Closing Statement

Village of the Damned was a film that appealed to both younger and older audiences. As Haberman points out, "Children were not only frightened by the aliens, but sort of wanted to be like them. One of the fantasies of youth is having power and influence over other people, and taking revenge on them." The reverse may be true of adults who pondered about having such a perfectly abnormal child who may one day turn against them for reasons unknown. In the 1970s, The Exorcist, The Omen, and a host of other films elaborated on that premise, and tapped into religious fears at the same time.

Children of the Damned may have fared better with adults who saw a parallel with the tense international situations that grew more threatening by the day. But it was a disappointment for us kids, and we called it Children of the Darned.

The Verdict

I'm going to give this double-bill a Not Guilty judgment because Village of the Damned and Steve Haberman's commentary are worth the price of admission. You can look for a "moral fable about the Cold War" in Children of the Damned, but I found the film a mere overhaul of its predecessor without the suspense and memorable images.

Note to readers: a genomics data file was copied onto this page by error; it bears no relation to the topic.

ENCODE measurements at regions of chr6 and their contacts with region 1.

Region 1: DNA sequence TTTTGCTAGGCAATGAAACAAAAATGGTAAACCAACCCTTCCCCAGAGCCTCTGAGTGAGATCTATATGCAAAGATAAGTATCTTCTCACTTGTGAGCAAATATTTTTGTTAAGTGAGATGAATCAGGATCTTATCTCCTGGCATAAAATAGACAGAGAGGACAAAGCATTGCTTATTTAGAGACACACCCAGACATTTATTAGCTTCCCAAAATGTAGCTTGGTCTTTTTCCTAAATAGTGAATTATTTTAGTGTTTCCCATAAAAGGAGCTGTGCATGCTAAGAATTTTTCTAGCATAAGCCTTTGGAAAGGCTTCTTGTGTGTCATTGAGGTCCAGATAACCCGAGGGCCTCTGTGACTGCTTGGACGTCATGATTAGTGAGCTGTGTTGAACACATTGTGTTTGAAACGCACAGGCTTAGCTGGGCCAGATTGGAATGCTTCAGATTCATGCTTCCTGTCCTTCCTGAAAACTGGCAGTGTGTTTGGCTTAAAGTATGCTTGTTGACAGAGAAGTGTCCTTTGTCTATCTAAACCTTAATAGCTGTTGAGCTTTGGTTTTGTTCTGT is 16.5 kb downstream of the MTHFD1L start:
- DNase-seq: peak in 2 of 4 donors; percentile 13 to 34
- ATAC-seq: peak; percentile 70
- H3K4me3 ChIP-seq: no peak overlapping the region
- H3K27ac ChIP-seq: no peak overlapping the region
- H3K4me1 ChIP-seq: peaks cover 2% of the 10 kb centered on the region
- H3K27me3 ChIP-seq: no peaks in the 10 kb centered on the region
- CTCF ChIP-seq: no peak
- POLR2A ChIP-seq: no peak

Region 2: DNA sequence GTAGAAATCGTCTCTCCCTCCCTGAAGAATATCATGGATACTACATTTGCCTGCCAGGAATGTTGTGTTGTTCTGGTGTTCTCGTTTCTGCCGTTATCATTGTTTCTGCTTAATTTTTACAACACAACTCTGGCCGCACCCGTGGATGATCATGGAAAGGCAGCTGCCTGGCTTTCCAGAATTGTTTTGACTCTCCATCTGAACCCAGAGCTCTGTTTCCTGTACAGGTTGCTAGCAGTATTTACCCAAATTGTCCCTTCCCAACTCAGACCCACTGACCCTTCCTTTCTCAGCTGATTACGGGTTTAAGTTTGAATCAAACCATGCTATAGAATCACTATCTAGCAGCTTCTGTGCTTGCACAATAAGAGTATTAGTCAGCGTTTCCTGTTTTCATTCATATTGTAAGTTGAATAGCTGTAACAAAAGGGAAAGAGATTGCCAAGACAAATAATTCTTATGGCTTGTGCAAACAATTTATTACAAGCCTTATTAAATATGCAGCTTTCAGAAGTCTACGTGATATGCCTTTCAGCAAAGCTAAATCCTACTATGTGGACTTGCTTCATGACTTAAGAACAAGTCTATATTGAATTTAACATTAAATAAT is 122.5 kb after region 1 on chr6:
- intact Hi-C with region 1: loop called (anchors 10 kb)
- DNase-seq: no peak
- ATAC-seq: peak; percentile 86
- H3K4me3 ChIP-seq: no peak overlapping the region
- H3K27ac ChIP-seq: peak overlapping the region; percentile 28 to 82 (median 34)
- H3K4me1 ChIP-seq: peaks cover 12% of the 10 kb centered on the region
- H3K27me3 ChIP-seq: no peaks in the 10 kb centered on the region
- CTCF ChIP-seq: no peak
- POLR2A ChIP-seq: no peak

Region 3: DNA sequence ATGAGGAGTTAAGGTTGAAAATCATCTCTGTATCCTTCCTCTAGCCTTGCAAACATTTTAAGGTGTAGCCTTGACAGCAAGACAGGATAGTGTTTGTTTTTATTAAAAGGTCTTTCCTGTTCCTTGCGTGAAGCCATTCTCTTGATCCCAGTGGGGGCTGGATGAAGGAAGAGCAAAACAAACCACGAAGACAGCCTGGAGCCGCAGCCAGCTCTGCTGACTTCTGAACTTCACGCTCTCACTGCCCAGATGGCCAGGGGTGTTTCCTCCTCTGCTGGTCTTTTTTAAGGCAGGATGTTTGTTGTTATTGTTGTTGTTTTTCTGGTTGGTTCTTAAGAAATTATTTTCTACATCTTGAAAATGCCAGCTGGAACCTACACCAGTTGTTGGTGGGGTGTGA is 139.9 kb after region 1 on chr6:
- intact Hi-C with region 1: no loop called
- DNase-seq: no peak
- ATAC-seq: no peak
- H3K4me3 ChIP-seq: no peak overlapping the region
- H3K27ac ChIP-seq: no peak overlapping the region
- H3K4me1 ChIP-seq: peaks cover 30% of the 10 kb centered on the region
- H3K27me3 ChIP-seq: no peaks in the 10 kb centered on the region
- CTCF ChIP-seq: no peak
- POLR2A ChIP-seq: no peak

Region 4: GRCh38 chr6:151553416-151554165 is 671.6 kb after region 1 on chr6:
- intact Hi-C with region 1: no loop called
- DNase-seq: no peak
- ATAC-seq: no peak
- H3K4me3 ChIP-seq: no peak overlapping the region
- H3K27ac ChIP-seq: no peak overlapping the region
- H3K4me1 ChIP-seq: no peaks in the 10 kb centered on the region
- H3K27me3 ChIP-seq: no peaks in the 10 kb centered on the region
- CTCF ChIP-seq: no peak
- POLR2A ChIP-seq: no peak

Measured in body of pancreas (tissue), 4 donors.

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Scales of Justice, Village Of The Damned

Video: 95
Audio: 90
Extras: 50
Acting: 95
Story: 95
Judgment: 95

Perp Profile, Village Of The Damned

Studio: Warner Bros.
Video Formats:
• 1.85:1 Anamorphic
Audio Formats:
• Dolby Digital 1.0 Mono (English)
• Dolby Digital 1.0 Mono (French)
• English
• French
• Spanish
Running Time: 77 Minutes
Release Year: 1960
MPAA Rating: Not Rated

Distinguishing Marks, Village Of The Damned

• Commentary by Author Steve Haberman
• Original Theatrical Trailer

Scales of Justice, Children Of The Damned

Video: 95
Audio: 90
Extras: 10
Acting: 80
Story: 70
Judgment: 75

Perp Profile, Children Of The Damned

Studio: Warner Bros.
Video Formats:
• 1.85:1 Anamorphic
Audio Formats:
• Dolby Digital 1.0 Mono (English)
• Dolby Digital 1.0 Mono (French)
• English
• French
• Spanish
Running Time: 90 Minutes
Release Year: 1964
MPAA Rating: Not Rated

Distinguishing Marks, Children Of The Damned

• Commentary by Screenwriter John Briley
• Original Theatrical Trailer